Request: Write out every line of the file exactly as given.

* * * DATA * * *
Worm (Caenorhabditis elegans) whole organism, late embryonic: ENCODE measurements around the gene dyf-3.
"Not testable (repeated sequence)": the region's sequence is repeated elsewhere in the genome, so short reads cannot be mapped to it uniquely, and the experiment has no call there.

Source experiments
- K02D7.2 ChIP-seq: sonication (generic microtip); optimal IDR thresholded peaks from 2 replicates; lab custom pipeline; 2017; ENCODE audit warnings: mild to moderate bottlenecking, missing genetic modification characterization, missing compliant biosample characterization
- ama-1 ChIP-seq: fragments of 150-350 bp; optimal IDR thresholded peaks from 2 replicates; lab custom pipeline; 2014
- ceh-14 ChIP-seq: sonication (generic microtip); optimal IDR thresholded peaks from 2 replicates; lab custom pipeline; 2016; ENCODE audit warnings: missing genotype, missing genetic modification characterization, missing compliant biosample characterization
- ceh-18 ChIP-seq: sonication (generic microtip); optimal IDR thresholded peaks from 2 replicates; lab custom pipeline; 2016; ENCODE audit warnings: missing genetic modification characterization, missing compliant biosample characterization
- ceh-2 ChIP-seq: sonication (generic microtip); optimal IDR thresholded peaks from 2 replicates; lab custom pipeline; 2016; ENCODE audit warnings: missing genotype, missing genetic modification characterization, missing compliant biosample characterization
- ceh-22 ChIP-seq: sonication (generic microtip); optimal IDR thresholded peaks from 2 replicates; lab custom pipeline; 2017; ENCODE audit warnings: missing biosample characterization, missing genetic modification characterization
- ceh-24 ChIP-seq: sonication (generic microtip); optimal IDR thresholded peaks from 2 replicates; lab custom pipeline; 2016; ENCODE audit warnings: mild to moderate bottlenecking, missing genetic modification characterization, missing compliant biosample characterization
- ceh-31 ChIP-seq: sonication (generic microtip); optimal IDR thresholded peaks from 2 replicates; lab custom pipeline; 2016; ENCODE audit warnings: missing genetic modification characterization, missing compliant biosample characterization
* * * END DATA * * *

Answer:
Worm (Caenorhabditis elegans) whole organism, late embryonic: ENCODE measurements around the gene dyf-3.
"Not testable (repeated sequence)": the region's sequence is repeated elsewhere in the genome, so short reads cannot be mapped to it uniquely, and the experiment has no call there.

Source experiments
- K02D7.2 ChIP-seq: sonication (generic microtip); optimal IDR thresholded peaks from 2 replicates; lab custom pipeline; 2017; ENCODE audit warnings: mild to moderate bottlenecking, missing genetic modification characterization, missing compliant biosample characterization
- ama-1 ChIP-seq: fragments of 150-350 bp; optimal IDR thresholded peaks from 2 replicates; lab custom pipeline; 2014
- ceh-14 ChIP-seq: sonication (generic microtip); optimal IDR thresholded peaks from 2 replicates; lab custom pipeline; 2016; ENCODE audit warnings: missing genotype, missing genetic modification characterization, missing compliant biosample characterization
- ceh-18 ChIP-seq: sonication (generic microtip); optimal IDR thresholded peaks from 2 replicates; lab custom pipeline; 2016; ENCODE audit warnings: missing genetic modification characterization, missing compliant biosample characterization
- ceh-2 ChIP-seq: sonication (generic microtip); optimal IDR thresholded peaks from 2 replicates; lab custom pipeline; 2016; ENCODE audit warnings: missing genotype, missing genetic modification characterization, missing compliant biosample characterization
- ceh-22 ChIP-seq: sonication (generic microtip); optimal IDR thresholded peaks from 2 replicates; lab custom pipeline; 2017; ENCODE audit warnings: missing biosample characterization, missing genetic modification characterization
- ceh-24 ChIP-seq: sonication (generic microtip); optimal IDR thresholded peaks from 2 replicates; lab custom pipeline; 2016; ENCODE audit warnings: mild to moderate bottlenecking, missing genetic modification characterization, missing compliant biosample characterization
- ceh-31 ChIP-seq: sonication (generic microtip); optimal IDR thresholded peaks from 2 replicates; lab custom pipeline; 2016; ENCODE audit warnings: missing genetic modification characterization, missing compliant biosample characterization